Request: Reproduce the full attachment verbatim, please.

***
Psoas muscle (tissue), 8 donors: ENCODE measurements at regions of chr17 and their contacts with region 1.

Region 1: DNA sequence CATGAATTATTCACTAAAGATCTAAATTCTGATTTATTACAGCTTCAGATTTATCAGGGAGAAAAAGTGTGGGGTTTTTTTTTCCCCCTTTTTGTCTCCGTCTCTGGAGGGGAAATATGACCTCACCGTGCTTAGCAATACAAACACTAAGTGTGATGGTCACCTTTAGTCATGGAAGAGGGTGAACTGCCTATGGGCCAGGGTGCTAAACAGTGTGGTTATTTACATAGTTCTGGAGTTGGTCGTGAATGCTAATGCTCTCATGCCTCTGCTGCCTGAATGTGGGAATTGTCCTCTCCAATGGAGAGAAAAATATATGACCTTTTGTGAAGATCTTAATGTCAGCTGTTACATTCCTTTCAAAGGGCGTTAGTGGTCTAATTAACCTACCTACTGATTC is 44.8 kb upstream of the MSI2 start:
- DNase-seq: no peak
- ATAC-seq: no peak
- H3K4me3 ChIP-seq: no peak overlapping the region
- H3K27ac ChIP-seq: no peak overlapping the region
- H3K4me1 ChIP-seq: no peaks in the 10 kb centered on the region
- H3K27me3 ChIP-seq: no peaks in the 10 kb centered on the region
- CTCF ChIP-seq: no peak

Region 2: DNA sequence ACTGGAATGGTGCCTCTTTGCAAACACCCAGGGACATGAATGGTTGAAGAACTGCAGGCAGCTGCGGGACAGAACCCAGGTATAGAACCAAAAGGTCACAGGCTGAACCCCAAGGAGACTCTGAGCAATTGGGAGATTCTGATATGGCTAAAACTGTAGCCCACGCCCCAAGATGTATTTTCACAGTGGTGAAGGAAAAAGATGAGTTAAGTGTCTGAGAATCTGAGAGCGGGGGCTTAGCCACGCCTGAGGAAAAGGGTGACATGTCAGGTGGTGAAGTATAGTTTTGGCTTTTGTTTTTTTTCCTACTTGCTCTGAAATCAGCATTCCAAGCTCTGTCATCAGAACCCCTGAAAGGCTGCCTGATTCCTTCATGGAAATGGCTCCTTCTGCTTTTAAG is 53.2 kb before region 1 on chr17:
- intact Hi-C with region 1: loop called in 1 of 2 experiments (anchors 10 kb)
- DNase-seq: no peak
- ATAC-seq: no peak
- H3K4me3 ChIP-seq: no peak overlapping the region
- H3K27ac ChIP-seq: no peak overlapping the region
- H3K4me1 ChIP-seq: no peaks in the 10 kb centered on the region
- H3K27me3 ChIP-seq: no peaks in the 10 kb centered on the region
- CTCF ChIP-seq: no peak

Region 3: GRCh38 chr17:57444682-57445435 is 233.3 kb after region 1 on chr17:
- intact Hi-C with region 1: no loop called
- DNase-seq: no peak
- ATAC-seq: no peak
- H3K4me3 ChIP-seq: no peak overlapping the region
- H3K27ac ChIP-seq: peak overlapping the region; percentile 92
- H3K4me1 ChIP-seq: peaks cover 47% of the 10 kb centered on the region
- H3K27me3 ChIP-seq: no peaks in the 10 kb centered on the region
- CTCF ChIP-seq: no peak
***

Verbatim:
Psoas muscle (tissue), 8 donors: ENCODE measurements at regions of chr17 and their contacts with region 1.

Region 1: DNA sequence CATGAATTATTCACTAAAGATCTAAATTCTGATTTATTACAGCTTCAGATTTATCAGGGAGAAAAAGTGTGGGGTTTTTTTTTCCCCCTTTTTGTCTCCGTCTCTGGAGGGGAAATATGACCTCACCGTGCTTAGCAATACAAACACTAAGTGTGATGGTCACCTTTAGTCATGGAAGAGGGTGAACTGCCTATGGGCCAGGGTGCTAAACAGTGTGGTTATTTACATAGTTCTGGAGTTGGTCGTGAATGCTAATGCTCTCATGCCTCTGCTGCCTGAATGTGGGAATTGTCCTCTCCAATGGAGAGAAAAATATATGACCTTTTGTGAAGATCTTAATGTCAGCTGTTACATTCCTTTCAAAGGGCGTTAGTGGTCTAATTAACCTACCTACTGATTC is 44.8 kb upstream of the MSI2 start:
- DNase-seq: no peak
- ATAC-seq: no peak
- H3K4me3 ChIP-seq: no peak overlapping the region
- H3K27ac ChIP-seq: no peak overlapping the region
- H3K4me1 ChIP-seq: no peaks in the 10 kb centered on the region
- H3K27me3 ChIP-seq: no peaks in the 10 kb centered on the region
- CTCF ChIP-seq: no peak

Region 2: DNA sequence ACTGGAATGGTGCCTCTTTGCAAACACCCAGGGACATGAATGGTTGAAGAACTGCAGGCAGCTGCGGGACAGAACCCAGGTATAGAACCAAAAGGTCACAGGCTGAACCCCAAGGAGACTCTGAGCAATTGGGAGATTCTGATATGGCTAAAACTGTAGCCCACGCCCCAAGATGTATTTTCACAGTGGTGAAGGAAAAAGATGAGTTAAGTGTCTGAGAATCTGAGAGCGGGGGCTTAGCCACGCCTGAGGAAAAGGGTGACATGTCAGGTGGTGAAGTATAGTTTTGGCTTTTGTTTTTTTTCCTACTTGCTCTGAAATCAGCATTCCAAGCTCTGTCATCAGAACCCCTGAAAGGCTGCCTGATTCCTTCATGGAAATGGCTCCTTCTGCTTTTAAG is 53.2 kb before region 1 on chr17:
- intact Hi-C with region 1: loop called in 1 of 2 experiments (anchors 10 kb)
- DNase-seq: no peak
- ATAC-seq: no peak
- H3K4me3 ChIP-seq: no peak overlapping the region
- H3K27ac ChIP-seq: no peak overlapping the region
- H3K4me1 ChIP-seq: no peaks in the 10 kb centered on the region
- H3K27me3 ChIP-seq: no peaks in the 10 kb centered on the region
- CTCF ChIP-seq: no peak

Region 3: GRCh38 chr17:57444682-57445435 is 233.3 kb after region 1 on chr17:
- intact Hi-C with region 1: no loop called
- DNase-seq: no peak
- ATAC-seq: no peak
- H3K4me3 ChIP-seq: no peak overlapping the region
- H3K27ac ChIP-seq: peak overlapping the region; percentile 92
- H3K4me1 ChIP-seq: peaks cover 47% of the 10 kb centered on the region
- H3K27me3 ChIP-seq: no peaks in the 10 kb centered on the region
- CTCF ChIP-seq: no peak